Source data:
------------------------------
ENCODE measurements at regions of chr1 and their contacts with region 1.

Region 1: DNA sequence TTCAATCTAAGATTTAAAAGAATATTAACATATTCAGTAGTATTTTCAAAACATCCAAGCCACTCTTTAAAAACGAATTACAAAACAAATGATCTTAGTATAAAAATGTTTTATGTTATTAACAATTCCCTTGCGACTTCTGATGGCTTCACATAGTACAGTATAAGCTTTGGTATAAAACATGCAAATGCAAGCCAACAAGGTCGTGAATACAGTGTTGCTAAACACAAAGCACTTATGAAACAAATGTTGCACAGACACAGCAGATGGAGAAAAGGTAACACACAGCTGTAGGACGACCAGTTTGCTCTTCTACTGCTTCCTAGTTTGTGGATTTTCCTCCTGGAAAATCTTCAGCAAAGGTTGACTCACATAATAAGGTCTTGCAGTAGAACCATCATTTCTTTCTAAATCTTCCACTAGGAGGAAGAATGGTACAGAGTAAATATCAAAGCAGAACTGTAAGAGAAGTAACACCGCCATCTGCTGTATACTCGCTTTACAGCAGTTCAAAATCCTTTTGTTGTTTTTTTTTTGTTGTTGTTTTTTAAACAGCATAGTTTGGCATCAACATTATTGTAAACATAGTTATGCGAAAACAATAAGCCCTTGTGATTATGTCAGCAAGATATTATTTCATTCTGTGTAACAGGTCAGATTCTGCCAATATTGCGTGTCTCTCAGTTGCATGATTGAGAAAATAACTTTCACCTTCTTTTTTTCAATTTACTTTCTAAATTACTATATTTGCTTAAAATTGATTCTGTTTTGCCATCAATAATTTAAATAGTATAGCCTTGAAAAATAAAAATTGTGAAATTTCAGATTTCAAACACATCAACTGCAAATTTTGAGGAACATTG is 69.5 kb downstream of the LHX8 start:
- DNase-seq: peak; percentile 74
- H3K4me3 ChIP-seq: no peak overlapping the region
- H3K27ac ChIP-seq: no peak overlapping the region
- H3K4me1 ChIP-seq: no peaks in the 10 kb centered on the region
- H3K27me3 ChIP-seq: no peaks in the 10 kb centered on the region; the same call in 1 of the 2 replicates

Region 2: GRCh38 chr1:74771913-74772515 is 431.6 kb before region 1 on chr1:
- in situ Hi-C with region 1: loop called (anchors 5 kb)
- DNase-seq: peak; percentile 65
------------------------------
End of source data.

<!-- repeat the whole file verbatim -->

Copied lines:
ENCODE measurements at regions of chr1 and their contacts with region 1.

Region 1: DNA sequence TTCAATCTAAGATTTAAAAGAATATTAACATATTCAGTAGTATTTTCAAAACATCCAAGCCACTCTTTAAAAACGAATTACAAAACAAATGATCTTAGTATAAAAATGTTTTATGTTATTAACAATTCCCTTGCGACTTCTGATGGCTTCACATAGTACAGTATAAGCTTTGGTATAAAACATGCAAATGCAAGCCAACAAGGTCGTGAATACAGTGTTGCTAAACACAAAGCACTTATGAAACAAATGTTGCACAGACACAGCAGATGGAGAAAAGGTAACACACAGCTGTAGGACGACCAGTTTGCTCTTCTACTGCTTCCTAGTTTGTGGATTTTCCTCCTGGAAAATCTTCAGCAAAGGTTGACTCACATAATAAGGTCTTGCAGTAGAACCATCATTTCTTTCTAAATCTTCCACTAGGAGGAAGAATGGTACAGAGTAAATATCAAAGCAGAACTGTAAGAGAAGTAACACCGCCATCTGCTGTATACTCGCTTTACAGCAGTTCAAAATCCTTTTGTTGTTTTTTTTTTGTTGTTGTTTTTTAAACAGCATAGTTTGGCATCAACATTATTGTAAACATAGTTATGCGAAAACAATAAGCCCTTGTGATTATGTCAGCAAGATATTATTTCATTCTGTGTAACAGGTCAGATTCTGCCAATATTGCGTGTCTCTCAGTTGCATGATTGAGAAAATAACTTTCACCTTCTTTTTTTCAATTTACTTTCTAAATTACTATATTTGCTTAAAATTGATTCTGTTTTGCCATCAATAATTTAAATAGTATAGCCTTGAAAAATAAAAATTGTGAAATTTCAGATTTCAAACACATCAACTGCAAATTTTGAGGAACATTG is 69.5 kb downstream of the LHX8 start:
- DNase-seq: peak; percentile 74
- H3K4me3 ChIP-seq: no peak overlapping the region
- H3K27ac ChIP-seq: no peak overlapping the region
- H3K4me1 ChIP-seq: no peaks in the 10 kb centered on the region
- H3K27me3 ChIP-seq: no peaks in the 10 kb centered on the region; the same call in 1 of the 2 replicates

Region 2: GRCh38 chr1:74771913-74772515 is 431.6 kb before region 1 on chr1:
- in situ Hi-C with region 1: loop called (anchors 5 kb)
- DNase-seq: peak; percentile 65